Bad Viacom. No Biscuit.
by, 03-11-2010 at 10:47 AM (838 Views)
Since ditching cable service, I've been reliant on the intarwebs for my daily Daily Show fix. But Viacom pulled their Comedy Central lineup from Hulu starting yesterday (or, at the very least, all two programs in their lineup that I actually watch).
In spirit of supporting the content I love, I watched Tuesday's program last night, via thedailyshow.com. Tried to watch would be more accurate, as the video buffer froze at the same spot during the interview. Multiple times. Reloading the page, fast-forwarding and rewinding did nothing to solve the problem. (And then there's the ads. Dear Haruhi, the ads.)
I guess I'm spoiled on Hulu's delivery, both in network response and actual site layout. The option for HD looks to be missing from the Comedy Central site, which was a huge plus for how the roommate and I watch (though I haven't actually peeked around; might do that later). Also, I really, really like Hulu's simplicity; the official Daily Show and Colbert sites weren't designed with minimalism in mind, methinks, and it shows that episode content provision is something of an afterthought.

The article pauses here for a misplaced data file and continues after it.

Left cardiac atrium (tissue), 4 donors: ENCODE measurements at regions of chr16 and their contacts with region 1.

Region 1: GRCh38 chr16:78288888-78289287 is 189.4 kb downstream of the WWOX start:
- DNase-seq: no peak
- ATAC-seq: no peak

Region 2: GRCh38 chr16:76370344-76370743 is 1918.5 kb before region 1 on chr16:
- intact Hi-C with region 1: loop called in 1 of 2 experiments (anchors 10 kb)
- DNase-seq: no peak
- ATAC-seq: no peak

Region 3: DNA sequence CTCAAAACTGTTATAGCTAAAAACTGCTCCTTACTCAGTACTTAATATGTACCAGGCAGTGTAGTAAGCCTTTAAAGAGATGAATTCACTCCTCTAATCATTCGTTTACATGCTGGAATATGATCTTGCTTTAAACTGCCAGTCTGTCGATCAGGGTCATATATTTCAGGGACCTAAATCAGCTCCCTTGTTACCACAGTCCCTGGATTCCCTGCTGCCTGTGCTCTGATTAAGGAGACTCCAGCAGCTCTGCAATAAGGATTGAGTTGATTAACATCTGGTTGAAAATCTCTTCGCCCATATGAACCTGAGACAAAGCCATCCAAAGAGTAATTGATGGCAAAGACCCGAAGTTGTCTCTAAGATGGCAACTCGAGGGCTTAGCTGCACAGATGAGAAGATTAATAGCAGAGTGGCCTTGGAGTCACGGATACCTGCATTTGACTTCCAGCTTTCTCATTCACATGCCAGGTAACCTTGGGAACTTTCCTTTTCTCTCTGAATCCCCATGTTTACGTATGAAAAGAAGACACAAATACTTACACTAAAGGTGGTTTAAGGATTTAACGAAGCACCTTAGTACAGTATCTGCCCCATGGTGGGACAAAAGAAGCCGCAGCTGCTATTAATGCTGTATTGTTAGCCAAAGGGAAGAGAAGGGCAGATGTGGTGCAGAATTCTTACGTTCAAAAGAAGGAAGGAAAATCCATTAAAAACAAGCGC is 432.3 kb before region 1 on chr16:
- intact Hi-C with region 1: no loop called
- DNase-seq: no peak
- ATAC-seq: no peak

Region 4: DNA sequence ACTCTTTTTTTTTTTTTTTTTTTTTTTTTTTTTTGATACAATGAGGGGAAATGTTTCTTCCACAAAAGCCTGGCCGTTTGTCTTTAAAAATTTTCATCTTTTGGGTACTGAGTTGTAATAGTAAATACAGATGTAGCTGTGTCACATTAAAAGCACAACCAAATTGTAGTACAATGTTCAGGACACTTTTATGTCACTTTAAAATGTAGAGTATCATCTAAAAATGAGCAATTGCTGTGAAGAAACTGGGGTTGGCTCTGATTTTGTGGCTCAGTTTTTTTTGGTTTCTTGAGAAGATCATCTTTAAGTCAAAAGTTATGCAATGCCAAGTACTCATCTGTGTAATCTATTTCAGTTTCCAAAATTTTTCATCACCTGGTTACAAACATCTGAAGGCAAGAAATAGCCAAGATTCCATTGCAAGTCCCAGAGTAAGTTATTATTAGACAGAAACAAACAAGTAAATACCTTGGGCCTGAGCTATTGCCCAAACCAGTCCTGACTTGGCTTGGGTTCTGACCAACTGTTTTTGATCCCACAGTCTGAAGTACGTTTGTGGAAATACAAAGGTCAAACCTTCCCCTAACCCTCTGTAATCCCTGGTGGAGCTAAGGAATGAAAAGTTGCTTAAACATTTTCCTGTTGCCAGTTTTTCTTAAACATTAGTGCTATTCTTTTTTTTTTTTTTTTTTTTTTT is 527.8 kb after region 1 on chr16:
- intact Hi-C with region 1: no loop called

Hulu's ads seemed to be more aware of their audiences; Comedy Central, not so much. I guess it's the specifics of an 18-to-whatever male target, but where there's some overlap, I don't identify with the demographic at large. (To be fair, I mute the ads on Hulu by reflex, though the ads on Comedy Central annoy me so much more.)
So here I am, facing a bit of an overblown dilemma: make the move to the Comedy Central site feeds or boycott (in fairly useless protest) the decision to pull quality programming from a professional delivery service. I believe the decision was not in the best interests of the fans, due to content consumption issues (can't watch what doesn't stream, heh), and I don't pretend to understand the ad-revenue economics driving said decision ('cause, y'know, numbers are icky).
It's just, on a deep (read: shallow) consumer level, it goes against my selfish desire for uninterrupted laughing at the pains of modern American life.